I was also introduced to another PLL IC equipped radio, in the form of a Sears 23 channel Roadtalker. This radio used a different PLL, a uPD-861. Using what I had learned, I scoped out a truth chart, and I was soon scratching my head. This radio had no gaps in the truth chart for the "A" channels, but did have other gaps that made no sense, all the way up to channel 23. But there was an open control pin, and a single added switch allowed frequency expansion all the way up to soon-to-be channel 39 (Channel 40 required all pins to be at 0), but nothing beyond, even when additional combinations were tried. This was my first experience with a BCD programmed ROM restricted PLL. I didn't understand what was happening with that PLL then, and I just made a note that this chip was "weird".
On January of 1977, the FCC authorized the expansion of the CB band from the original 23 channels, up to the current 40 channel plan. New 40 channel radios soon flooded the streets and nearly every one was a PLL controlled frequency synthesizer. I still couldn't afford a new 40 channel PLL radio of my own yet, but I soon started modifying the radios of friends who had bought Lafayette and Midland PLL-02A equipped radios. On the 40 channel versions, the design had changed a bit. There was one less loop mixer crystal, and the truth chart was different from the older 23 channel chassis. On these Cybernet 40 channel AM radios, utilizing the 7 known (at that time) control pins, would yield a range from 53 channels below 1, all the way up to channel 70, for a total of 128 channels. That was a fairly decent amount of extra channels to be had for little more than the purchase of 3 SPDT-center off switches. Royce radios were also popular, but the PLL in those was good for only 64 combinations which took the radio from channel 1 up to channel 59.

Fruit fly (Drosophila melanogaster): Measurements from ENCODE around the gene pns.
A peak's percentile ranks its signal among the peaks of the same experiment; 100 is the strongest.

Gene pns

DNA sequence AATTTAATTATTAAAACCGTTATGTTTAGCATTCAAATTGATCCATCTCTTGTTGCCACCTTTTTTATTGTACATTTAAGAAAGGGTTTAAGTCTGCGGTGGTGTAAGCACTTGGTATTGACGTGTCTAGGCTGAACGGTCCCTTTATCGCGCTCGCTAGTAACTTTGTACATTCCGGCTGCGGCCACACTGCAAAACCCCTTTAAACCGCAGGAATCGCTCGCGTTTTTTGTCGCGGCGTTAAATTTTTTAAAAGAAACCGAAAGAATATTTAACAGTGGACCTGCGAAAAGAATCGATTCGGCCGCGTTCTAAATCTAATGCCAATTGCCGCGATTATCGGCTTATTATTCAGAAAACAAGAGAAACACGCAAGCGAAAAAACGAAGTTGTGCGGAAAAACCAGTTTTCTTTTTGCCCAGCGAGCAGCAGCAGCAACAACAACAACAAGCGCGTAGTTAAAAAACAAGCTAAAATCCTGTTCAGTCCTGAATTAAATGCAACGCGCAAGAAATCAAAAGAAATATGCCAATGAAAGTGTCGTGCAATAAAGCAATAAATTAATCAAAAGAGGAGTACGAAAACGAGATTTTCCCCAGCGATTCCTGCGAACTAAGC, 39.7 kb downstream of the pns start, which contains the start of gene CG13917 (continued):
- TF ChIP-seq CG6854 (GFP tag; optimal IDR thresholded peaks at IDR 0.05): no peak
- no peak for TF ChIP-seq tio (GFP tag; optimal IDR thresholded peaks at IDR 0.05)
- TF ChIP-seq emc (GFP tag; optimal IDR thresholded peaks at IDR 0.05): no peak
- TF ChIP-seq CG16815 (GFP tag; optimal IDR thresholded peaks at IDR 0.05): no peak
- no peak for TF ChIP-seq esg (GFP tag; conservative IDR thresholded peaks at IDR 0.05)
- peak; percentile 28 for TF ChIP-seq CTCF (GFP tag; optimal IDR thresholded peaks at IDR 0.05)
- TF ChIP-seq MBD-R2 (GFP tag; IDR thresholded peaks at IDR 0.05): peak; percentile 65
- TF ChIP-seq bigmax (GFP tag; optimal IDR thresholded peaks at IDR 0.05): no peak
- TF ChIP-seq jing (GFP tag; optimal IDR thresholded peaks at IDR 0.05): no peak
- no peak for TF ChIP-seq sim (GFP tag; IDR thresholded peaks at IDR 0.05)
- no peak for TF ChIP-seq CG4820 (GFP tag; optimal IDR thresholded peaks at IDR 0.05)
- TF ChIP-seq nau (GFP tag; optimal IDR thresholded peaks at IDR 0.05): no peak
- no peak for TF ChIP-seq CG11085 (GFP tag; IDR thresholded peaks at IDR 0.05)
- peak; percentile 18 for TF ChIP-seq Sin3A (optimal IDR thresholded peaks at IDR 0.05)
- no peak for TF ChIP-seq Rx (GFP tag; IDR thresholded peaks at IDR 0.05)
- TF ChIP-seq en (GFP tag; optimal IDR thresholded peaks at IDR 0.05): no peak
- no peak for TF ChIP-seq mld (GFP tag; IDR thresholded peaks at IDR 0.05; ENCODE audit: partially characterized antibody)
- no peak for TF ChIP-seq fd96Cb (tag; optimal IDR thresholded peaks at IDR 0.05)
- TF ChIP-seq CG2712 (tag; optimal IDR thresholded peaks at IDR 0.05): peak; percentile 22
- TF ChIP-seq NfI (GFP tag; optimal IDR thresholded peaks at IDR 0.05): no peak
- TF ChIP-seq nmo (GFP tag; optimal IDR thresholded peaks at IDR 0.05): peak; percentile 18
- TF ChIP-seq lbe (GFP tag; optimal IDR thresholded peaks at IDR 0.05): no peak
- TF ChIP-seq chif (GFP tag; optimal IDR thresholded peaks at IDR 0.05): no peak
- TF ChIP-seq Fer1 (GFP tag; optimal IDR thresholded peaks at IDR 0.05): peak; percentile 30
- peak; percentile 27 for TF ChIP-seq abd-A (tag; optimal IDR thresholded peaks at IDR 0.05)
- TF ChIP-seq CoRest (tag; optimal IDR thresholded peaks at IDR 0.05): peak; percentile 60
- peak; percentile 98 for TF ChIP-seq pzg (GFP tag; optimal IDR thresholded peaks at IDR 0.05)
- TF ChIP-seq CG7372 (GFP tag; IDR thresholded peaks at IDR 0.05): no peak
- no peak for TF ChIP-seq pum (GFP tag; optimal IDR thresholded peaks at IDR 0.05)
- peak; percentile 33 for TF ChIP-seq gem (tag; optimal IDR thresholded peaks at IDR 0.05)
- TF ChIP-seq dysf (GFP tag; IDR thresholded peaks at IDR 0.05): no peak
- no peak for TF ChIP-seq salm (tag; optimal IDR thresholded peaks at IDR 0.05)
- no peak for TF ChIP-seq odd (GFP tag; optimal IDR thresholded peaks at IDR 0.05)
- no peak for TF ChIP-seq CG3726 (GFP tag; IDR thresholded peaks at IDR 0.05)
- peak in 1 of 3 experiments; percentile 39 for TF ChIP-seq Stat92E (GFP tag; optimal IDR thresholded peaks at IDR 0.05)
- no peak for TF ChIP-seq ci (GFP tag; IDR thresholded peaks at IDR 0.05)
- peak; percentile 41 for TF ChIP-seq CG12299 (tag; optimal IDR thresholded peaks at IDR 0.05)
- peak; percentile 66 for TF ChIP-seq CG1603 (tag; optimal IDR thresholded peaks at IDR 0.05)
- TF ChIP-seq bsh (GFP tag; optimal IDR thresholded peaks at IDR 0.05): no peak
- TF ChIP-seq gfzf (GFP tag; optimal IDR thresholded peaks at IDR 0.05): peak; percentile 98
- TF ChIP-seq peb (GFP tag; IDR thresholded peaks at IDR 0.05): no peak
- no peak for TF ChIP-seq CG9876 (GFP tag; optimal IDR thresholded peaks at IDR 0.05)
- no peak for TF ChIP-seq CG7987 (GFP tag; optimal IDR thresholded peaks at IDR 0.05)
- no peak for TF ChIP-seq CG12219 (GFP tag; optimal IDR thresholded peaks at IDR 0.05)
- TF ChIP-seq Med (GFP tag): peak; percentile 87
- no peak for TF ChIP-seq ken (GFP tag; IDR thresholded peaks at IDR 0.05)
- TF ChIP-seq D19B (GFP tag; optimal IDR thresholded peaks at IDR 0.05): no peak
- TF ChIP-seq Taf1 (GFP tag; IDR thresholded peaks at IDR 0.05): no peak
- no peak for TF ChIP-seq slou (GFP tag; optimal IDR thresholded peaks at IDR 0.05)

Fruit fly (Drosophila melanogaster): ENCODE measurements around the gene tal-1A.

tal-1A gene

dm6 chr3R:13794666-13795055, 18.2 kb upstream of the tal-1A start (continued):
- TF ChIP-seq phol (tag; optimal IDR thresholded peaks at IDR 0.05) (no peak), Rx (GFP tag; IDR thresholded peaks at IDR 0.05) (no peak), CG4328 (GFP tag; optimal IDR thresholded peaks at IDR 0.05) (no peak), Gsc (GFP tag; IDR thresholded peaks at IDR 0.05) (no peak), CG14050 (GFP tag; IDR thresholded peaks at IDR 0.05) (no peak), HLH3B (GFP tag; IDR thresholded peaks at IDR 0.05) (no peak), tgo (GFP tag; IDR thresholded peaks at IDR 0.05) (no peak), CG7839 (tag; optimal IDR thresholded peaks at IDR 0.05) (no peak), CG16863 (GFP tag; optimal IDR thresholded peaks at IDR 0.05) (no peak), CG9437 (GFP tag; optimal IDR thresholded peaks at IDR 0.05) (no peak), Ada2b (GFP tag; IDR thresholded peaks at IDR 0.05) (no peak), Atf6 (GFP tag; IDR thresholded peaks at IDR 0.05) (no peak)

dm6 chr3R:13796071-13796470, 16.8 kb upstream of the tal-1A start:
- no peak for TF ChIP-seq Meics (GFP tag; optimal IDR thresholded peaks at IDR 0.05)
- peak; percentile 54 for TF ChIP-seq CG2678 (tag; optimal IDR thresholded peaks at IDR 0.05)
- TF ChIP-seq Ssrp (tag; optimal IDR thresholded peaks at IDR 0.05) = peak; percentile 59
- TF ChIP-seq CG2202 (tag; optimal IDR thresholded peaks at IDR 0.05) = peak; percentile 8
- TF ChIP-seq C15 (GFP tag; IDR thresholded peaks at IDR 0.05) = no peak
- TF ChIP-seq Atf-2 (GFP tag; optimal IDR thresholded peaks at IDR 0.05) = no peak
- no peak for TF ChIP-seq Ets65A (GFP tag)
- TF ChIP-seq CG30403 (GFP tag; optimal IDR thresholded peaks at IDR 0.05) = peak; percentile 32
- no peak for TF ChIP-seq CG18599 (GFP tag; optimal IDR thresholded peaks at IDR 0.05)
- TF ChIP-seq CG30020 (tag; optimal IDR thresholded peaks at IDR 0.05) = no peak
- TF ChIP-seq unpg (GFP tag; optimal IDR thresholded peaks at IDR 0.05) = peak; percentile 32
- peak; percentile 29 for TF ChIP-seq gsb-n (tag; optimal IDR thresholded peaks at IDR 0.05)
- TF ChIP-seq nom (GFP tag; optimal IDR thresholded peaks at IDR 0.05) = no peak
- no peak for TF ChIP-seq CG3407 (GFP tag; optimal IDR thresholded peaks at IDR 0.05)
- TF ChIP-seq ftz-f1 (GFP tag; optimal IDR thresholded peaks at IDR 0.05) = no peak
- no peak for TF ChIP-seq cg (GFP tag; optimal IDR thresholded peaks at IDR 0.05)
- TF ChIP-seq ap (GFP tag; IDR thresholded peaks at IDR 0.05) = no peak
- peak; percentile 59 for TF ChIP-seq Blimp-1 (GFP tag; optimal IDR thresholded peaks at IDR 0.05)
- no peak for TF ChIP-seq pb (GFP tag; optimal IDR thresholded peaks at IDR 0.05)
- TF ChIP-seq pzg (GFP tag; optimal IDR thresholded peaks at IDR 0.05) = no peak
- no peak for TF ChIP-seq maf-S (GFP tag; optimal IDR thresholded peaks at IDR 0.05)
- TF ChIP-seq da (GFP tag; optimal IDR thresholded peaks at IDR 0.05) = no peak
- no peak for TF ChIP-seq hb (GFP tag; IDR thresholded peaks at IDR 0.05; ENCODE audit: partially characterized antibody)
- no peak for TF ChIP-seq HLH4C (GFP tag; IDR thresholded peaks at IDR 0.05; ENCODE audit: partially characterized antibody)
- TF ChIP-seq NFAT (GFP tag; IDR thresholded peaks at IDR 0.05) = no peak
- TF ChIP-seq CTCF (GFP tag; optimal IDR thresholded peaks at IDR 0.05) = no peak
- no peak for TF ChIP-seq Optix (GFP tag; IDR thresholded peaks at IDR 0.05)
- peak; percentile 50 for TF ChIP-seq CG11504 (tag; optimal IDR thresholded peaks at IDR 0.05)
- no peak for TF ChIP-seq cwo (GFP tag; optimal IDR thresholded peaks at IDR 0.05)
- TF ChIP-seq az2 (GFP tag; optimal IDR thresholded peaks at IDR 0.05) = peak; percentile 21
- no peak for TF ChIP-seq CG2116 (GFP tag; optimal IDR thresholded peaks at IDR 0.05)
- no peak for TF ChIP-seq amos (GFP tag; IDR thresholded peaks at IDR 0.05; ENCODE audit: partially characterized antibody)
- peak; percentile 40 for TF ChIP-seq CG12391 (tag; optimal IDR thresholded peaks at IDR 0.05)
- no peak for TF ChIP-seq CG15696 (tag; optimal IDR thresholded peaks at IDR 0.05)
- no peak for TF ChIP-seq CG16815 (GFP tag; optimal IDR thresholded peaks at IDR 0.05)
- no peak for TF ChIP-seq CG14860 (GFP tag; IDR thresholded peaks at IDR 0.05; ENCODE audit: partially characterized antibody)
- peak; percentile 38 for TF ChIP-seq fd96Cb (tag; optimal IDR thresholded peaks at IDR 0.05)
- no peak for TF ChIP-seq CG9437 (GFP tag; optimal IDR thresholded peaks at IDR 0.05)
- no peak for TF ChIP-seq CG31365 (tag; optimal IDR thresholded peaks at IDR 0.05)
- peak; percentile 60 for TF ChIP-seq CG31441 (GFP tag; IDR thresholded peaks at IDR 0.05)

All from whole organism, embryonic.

Back in 1977, we didn't have the internet to search for information, we didn't even have datasheets yet for the various PLL chips which began appearing in new radios. Instead, we had to rely on our own experimentations, and those of other guys. But we did start rating different radio brands based on the capabilities of the PLL chips inside their radios. Some of these ratings would change if an additional capability was "discovered" by someone tinkering with their rig. At the top of the list of favorite PLL chips had been the aforementioned PLL-02A. But another chip soon entered the fray and challenged the 02A for the top spot in the PLL expansion contest........ Enter the Uniden uPD-858. I first ran across this chip in a Realistic TRC-152 , a PLL controlled 23 channel radio that I obtained from a local and it had been the victim of a lightning strike. Because I wanted a PLL radio of my own, I put in the extra effort to get the rig running again. And once it was, I began to experiment with the PLL. Like before, I started off with a truth chart. Like the uPD-861, this chip counted in a strange sort of binary that was not consecutive. But unlike the uPD-861, it did have channel skips for the "A" channels. Noticing that there was a place for another control pin to be added (presumably for the 40 channel version), I added a switch for it as well as other pins. I was able to go up to channel 53, along with few channels below one, before the VCO would quit. While it was a nice range, it was not as good as the PLL-02A rigs.